The politics must be accompanied and preceded by an ethical awakening within individuals. Less than a century after J.S. Mill wrote that the intellectual infantilizing of women was a way to oppress them, Simone de Beauvoir catalogued “how woman is taught to assume her condition,” of subjection and subordination in her existential feminist treatise, The Second Sex (1949). It is Beauvoir who inspired countless American feminists, including Audre Lorde, who quoted the French feminist in her famous talk, “The Master’s Tools Will Never Dismantle the Master’s House.” For, using tools and language unthinkingly and uncritically, Lorde warns, “will never enable us to bring about genuine change.”
Chimamanda Ngozi Adichie’s thoughts about how historical social conditioning affects the psychology of the mind are similar to those penned by Beauvoir. In her concise We Should All Be Feminists (2014), popularized in Beyoncé’s hit song “Flawless,” Adichie also expounds upon the social conditioning of women: “We teach girls to shrink themselves.” Like Beauvoir and feminists before her, she locates the solution in breaking the chain of oppression in the mind and specifically through a re-training of the mind. “What matters even more is our attitude, our mindset,” Adichie contends in her elaboration of how gender has been inscribed as a morality. “The problem with gender is that it prescribes how we should be rather than recognizing how we are.”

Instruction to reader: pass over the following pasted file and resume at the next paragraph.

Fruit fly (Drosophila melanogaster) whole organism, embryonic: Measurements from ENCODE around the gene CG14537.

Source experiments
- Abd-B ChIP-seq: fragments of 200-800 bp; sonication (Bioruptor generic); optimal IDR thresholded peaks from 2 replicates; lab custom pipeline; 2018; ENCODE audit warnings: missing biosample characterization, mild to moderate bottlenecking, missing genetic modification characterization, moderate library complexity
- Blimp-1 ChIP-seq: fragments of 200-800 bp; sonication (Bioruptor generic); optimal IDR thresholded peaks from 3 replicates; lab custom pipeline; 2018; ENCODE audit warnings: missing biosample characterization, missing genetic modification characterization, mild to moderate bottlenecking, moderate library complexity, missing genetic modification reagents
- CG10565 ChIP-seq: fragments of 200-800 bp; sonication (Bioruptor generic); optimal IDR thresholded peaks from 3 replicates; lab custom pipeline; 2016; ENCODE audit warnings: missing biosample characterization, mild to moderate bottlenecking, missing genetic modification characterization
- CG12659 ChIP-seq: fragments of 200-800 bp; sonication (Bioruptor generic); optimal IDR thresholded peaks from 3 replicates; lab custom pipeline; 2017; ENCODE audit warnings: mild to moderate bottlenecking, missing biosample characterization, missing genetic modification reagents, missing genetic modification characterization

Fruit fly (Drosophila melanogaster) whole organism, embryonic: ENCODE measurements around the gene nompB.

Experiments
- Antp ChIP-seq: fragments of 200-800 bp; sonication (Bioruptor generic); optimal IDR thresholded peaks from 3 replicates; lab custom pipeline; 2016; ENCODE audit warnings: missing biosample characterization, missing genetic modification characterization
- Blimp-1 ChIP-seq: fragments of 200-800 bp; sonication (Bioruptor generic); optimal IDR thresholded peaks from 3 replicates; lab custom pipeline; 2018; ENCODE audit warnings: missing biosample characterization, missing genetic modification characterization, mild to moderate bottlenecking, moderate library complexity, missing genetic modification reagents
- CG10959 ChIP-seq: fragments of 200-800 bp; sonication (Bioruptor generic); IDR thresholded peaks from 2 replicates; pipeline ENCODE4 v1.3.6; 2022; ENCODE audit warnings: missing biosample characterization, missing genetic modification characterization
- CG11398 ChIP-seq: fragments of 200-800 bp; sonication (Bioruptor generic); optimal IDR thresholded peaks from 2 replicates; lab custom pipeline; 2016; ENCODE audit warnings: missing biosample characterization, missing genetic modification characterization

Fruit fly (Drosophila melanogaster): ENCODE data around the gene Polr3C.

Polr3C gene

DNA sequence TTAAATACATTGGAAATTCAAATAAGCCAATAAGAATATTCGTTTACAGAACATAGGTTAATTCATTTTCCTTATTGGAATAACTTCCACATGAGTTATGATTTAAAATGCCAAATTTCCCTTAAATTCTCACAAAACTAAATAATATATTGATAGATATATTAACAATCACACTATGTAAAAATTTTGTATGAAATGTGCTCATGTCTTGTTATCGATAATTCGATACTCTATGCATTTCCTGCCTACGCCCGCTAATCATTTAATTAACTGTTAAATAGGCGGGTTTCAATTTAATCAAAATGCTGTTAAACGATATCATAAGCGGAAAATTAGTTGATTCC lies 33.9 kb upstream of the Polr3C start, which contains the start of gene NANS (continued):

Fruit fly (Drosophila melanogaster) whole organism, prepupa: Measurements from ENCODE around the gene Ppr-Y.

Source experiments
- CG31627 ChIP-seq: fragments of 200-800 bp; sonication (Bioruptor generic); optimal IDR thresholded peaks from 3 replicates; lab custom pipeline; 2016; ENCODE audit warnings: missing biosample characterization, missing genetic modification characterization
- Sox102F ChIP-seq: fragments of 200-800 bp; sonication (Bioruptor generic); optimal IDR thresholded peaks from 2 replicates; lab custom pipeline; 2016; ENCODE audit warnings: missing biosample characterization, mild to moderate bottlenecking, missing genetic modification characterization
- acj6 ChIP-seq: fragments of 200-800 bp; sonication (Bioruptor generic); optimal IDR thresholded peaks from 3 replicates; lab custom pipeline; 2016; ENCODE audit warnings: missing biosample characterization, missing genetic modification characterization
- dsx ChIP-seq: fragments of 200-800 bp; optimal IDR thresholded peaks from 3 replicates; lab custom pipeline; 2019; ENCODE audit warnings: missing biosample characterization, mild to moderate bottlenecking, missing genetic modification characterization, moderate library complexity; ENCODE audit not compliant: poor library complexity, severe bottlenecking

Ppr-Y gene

Feminism as a politics is a movement among people, but as an ethics it begins as a movement within the self. I think this is where we have to begin: within the self. Social pressure and conformity are not qualities of independent thinking but dangerous omens of fascism and cultural decline. Instead of taking the definition of feminism as truth, we need to question what it is and what feminism means in this new century. We need to question the meaning of empowerment, and seek power rather than work to corrode it in others. We need to question equality, and whether we shouldn’t replace this desired ideal with that of freedom. We need to question the impulse to decenter women. We need to imagine what feminism looks like in action, in policy, and in society. And, then, we need to develop the strategies to achieve those ends.
Because the future of women’s existence depends on it.